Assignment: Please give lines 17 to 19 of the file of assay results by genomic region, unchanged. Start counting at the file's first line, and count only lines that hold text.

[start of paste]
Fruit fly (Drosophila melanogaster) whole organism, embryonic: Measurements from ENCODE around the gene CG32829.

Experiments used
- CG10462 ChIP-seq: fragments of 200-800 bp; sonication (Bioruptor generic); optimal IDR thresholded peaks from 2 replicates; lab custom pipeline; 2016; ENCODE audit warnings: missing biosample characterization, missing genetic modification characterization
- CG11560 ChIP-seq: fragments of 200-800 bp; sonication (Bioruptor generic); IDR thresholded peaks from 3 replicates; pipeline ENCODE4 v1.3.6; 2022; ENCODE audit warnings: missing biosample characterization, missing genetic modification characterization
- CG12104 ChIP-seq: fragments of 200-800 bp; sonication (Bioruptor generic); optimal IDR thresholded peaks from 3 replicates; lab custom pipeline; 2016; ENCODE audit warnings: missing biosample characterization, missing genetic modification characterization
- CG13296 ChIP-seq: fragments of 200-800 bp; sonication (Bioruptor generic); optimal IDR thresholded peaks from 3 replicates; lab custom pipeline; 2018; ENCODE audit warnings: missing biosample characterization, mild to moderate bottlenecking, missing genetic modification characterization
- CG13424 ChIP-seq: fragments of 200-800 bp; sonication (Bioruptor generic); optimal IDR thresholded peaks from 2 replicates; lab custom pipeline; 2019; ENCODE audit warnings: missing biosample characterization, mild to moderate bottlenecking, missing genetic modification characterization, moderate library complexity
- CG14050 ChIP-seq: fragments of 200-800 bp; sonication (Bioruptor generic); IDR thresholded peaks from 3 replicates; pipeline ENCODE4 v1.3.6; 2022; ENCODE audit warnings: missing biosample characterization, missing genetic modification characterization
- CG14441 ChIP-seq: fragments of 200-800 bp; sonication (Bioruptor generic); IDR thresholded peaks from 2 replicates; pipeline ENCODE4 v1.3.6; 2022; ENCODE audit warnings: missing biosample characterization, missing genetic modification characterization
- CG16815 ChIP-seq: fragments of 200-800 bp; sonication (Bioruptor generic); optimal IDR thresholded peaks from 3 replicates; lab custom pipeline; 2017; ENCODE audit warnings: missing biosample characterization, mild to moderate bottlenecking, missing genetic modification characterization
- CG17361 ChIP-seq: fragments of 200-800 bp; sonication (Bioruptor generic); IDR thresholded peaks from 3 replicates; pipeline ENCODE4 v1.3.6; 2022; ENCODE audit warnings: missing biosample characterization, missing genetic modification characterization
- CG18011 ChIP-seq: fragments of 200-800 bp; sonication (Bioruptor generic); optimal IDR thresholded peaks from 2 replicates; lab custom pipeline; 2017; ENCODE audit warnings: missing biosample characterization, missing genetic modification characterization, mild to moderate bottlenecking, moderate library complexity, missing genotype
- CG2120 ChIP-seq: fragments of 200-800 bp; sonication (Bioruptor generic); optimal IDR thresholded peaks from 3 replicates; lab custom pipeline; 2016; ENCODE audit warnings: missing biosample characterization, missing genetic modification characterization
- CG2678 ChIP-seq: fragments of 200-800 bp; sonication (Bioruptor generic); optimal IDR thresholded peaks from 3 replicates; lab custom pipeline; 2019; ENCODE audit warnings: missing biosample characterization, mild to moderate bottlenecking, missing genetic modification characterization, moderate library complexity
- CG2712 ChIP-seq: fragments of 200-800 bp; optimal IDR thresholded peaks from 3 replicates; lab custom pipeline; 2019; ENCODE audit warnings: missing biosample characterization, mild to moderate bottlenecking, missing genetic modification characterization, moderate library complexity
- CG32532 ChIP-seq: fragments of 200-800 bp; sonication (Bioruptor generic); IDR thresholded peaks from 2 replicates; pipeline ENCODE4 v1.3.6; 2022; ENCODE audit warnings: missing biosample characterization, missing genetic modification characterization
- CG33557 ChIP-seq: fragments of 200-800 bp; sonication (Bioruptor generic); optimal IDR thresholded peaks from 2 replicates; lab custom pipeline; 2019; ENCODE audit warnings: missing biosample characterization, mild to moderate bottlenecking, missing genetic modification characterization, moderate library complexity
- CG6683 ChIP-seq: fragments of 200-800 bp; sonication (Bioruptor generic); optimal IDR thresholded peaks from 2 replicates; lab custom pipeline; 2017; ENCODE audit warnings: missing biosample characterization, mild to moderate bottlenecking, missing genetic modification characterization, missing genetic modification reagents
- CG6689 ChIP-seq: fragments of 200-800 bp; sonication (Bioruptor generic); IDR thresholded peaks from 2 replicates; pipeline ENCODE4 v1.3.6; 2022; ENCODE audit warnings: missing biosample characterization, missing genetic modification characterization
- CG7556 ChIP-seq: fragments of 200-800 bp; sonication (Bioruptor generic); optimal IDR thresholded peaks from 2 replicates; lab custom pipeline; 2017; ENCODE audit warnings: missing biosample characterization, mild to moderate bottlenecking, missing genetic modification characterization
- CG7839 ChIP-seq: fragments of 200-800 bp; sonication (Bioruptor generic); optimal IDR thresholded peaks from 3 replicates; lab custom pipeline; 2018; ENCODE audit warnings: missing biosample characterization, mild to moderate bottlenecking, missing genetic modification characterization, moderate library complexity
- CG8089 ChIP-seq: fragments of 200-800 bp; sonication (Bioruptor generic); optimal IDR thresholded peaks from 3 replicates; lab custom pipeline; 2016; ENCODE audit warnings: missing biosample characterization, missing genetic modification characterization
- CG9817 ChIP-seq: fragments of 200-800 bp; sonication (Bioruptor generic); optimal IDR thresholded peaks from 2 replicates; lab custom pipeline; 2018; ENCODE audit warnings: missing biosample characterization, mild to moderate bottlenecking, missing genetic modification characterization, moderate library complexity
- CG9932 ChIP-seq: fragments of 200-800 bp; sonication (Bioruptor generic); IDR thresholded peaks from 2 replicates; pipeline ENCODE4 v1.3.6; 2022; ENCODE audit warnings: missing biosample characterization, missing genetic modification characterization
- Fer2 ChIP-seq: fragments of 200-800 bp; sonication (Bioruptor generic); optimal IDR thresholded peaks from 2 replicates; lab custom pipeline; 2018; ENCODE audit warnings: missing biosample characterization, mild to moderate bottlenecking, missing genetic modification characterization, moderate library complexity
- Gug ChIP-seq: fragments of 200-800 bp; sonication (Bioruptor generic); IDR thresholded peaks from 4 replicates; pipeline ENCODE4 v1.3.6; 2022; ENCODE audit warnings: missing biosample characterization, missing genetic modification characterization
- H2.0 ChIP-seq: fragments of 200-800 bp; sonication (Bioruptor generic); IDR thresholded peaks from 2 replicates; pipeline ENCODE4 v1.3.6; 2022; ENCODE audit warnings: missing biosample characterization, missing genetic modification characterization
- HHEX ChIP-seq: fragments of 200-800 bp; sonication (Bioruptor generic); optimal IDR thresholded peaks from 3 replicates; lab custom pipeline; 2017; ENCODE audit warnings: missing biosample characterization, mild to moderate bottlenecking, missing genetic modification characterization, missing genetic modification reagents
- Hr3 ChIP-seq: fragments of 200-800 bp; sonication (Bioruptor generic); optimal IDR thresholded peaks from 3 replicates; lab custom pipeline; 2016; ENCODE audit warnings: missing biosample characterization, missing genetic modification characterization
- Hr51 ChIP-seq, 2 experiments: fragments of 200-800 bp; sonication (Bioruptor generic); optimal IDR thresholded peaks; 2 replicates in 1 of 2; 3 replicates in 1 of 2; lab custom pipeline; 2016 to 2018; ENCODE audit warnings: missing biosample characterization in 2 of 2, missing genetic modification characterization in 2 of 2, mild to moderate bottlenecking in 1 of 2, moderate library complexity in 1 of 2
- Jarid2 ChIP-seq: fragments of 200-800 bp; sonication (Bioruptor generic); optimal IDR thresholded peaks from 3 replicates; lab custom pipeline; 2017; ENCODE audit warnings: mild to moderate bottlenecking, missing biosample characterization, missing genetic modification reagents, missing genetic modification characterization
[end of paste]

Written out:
- CG33557 ChIP-seq: fragments of 200-800 bp; sonication (Bioruptor generic); optimal IDR thresholded peaks from 2 replicates; lab custom pipeline; 2019; ENCODE audit warnings: missing biosample characterization, mild to moderate bottlenecking, missing genetic modification characterization, moderate library complexity
- CG6683 ChIP-seq: fragments of 200-800 bp; sonication (Bioruptor generic); optimal IDR thresholded peaks from 2 replicates; lab custom pipeline; 2017; ENCODE audit warnings: missing biosample characterization, mild to moderate bottlenecking, missing genetic modification characterization, missing genetic modification reagents
- CG6689 ChIP-seq: fragments of 200-800 bp; sonication (Bioruptor generic); IDR thresholded peaks from 2 replicates; pipeline ENCODE4 v1.3.6; 2022; ENCODE audit warnings: missing biosample characterization, missing genetic modification characterization